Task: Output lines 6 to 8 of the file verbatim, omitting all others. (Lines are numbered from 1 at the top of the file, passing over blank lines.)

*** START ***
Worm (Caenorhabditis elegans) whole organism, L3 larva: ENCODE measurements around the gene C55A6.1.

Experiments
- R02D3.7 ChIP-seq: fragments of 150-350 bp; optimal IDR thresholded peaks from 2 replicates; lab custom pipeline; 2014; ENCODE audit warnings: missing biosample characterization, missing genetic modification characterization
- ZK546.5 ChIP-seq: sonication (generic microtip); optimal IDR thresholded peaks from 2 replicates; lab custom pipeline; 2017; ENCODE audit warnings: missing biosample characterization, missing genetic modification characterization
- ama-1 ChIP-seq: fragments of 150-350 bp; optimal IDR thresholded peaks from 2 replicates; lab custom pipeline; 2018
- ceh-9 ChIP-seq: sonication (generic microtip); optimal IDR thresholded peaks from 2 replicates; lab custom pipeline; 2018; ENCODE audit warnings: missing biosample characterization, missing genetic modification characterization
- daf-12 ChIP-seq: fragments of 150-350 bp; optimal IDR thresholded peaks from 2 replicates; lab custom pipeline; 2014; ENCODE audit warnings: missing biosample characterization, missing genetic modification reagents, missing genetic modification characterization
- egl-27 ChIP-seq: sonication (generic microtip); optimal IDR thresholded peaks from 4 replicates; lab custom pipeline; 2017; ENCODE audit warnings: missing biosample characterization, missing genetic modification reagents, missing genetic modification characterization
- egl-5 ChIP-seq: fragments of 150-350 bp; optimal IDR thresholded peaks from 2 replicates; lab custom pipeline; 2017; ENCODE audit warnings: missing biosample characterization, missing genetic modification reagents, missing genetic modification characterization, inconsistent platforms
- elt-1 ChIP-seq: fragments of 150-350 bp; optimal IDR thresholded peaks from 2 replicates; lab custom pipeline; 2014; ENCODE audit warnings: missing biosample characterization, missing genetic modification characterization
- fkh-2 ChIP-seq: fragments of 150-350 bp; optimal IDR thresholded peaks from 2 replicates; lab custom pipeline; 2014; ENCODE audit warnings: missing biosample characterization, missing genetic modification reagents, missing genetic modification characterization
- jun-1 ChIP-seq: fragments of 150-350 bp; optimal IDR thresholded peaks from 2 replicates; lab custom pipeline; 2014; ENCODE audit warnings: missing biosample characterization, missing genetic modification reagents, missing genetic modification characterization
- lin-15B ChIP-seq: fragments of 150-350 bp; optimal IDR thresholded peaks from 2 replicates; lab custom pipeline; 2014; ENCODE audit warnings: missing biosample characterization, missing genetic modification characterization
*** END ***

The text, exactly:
- ceh-9 ChIP-seq: sonication (generic microtip); optimal IDR thresholded peaks from 2 replicates; lab custom pipeline; 2018; ENCODE audit warnings: missing biosample characterization, missing genetic modification characterization
- daf-12 ChIP-seq: fragments of 150-350 bp; optimal IDR thresholded peaks from 2 replicates; lab custom pipeline; 2014; ENCODE audit warnings: missing biosample characterization, missing genetic modification reagents, missing genetic modification characterization
- egl-27 ChIP-seq: sonication (generic microtip); optimal IDR thresholded peaks from 4 replicates; lab custom pipeline; 2017; ENCODE audit warnings: missing biosample characterization, missing genetic modification reagents, missing genetic modification characterization